Discount retailer JB Hi-Fi continues to be exposed to adverse retail conditions, a leading analyst report has warned.
Retail has taken a battering of late, with electronics retailers in particular vulnerable to price deflation as it falls to global levels.
“JB Hi-Fi remains exposed to the most challenged categories within the electrical segment,” according to an RBS report into the retail sector, released this week.
But, “price deflation is an issue that most retailers will have to contend with in coming years as Australian price points normalise to global levels,” the RBS report says.
JB Hi-Fi shares have taken a tumble of late following its announcement last month that sales had dipped 1.8%, which it blamed on ‘high level of discounting” and price deflation on TV panels.
The yellow retailer downgraded earning forecast for the first half 2012 by 5% late last year, a move which sent investors running away from the stock.
Although share prices have stabilised and rose 1.29% today to $ 11.82, but this is a far cry from the $17 high the retailer enjoyed earlier in 2011. But investors may have got it wrong in their quick evacuation of the discount retailer.
“JB Hi-Fi’s December downgrade came months after other retailers had already downgraded their FY12 guidance. In our view, the market is unfairly valuing the balance of risks for this business,” the report states.
But two of Australia’s biggest electronics retailer have very different perspectives about the future.
Just this week, Harvey Norman’s outspoken Chairman, Gerry Harvey, announced he was turning his back on the Australian market and will open no new stores here and will instead focus on the Asian market, including Malaysia, and plans to open ten new stores there by the end of the year.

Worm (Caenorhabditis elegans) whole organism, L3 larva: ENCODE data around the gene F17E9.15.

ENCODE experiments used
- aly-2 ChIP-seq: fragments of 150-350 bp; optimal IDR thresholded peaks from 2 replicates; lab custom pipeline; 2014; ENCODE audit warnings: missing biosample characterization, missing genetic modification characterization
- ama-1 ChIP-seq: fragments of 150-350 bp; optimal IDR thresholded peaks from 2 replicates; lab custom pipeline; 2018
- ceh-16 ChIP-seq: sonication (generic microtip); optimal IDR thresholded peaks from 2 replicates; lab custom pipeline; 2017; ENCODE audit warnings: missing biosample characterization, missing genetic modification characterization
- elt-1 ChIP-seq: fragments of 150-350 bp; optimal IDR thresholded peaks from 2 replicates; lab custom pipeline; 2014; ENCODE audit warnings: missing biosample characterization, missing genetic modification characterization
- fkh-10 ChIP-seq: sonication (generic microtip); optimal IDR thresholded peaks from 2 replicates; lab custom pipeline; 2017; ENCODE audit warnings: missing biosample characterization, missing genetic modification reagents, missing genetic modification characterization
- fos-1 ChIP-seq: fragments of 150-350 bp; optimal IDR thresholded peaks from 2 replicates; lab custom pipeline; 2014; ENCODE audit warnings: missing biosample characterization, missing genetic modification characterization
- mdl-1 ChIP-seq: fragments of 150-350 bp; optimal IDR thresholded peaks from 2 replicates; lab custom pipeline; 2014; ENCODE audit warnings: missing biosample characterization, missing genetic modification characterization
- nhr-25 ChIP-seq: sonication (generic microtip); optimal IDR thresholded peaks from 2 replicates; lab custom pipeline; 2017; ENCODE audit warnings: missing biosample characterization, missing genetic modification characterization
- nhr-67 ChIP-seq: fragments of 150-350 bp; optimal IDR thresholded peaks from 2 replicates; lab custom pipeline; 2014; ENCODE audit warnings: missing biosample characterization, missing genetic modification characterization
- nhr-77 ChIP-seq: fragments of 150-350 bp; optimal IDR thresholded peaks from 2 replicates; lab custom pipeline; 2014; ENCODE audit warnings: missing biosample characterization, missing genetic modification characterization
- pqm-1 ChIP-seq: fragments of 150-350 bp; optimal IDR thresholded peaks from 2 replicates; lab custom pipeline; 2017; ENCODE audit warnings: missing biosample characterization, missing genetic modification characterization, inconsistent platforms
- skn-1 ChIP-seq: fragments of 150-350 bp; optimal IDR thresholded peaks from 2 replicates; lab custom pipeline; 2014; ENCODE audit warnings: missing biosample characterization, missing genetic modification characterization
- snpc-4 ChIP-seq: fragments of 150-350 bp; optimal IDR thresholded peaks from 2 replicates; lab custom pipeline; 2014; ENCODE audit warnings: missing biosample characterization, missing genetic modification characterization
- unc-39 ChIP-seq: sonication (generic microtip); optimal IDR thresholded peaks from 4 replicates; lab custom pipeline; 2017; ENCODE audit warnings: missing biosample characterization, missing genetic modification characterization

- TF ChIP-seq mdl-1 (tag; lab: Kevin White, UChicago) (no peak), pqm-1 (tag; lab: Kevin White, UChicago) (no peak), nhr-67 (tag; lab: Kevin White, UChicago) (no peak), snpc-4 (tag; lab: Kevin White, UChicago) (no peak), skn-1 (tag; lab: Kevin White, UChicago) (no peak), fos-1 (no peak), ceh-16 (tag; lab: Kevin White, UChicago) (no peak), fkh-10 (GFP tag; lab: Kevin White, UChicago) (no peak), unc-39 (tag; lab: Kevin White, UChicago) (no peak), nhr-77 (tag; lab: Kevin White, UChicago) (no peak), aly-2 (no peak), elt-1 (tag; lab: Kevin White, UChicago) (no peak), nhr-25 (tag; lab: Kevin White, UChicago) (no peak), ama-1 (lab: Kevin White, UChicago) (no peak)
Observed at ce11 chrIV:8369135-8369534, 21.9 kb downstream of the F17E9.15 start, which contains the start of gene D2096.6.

In fact, Gerry Harvey spent much of last year closing franchises along with several Rick Hart outlets.
JB, on the other hand, has plans to open a total of six new stores this year on the back of 10 opened prior to Christmas last year and has a positve take on future growth with online sales surging and its music ‘Now’ streaming service gone live.
But further price deflation for electronics is on the cards, RBS report predicts, meaning good news for the price conscious Australian consumer but bad news for retailers struggling to make a profit in the new selling environment.
“In the case of electrical products, this process is in an advanced stage. While there is certainly further deflation ahead in major categories, electronics products are much closer to global price points than other product categories.”
Harvey Norman has pursued “creative and aggressive promotional programs over the quarter which are likely to have seen it take share in numerous categories.”
Gerry Harvey’s franchise chain may also be better insulated to price deflation that JB’s et al are facing, says the report, although higher operating costs expected in Q2 2012, which will have a negative impact on earnings, meaning more rough times ahead for the chain.
“Exposure to furniture and bedding will likely support better underling growth relative to its peers. While our survey suggests the GP margin outcome for the electrical category appears to be reasonably stable, higher operating costs will result in EBIT margin contraction.”
Harvey Norman shares rose to 1.28% today to $1.98 – just half the price it enjoyed mid 2011 – and is now at one of its lowest levels, to date.
JB is to release its half year results on 13 February 2012.